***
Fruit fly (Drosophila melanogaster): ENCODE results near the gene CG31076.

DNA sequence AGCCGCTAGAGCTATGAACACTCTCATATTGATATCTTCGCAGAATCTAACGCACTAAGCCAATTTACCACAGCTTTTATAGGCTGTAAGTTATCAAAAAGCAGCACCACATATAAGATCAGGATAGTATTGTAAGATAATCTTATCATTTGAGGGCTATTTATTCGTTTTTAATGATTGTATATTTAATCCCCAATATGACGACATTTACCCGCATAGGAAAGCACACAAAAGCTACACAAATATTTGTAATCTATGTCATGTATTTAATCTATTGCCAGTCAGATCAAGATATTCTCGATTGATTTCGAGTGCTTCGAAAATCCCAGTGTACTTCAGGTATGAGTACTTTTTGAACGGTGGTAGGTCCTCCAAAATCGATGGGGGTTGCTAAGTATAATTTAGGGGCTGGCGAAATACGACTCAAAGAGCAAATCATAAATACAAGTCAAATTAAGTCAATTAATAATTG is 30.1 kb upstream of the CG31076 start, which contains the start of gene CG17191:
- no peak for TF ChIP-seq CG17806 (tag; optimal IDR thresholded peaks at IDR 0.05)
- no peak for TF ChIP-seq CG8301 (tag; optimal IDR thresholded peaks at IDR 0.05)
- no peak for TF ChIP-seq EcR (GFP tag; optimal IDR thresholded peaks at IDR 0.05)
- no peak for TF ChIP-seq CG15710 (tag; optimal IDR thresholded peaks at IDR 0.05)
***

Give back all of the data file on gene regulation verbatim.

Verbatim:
Fruit fly (Drosophila melanogaster): ENCODE results near the gene CG31076.

DNA sequence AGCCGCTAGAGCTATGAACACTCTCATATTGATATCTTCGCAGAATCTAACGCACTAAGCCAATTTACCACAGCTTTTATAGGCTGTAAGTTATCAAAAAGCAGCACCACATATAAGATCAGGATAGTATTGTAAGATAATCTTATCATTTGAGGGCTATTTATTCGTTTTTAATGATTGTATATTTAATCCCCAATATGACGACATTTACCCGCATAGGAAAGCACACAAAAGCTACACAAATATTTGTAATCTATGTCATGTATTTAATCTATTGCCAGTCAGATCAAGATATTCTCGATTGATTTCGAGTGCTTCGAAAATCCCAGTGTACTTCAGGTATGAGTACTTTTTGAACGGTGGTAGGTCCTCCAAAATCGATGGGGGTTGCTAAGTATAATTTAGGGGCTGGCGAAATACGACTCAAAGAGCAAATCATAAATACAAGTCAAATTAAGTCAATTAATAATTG is 30.1 kb upstream of the CG31076 start, which contains the start of gene CG17191:
- no peak for TF ChIP-seq CG17806 (tag; optimal IDR thresholded peaks at IDR 0.05)
- no peak for TF ChIP-seq CG8301 (tag; optimal IDR thresholded peaks at IDR 0.05)
- no peak for TF ChIP-seq EcR (GFP tag; optimal IDR thresholded peaks at IDR 0.05)
- no peak for TF ChIP-seq CG15710 (tag; optimal IDR thresholded peaks at IDR 0.05)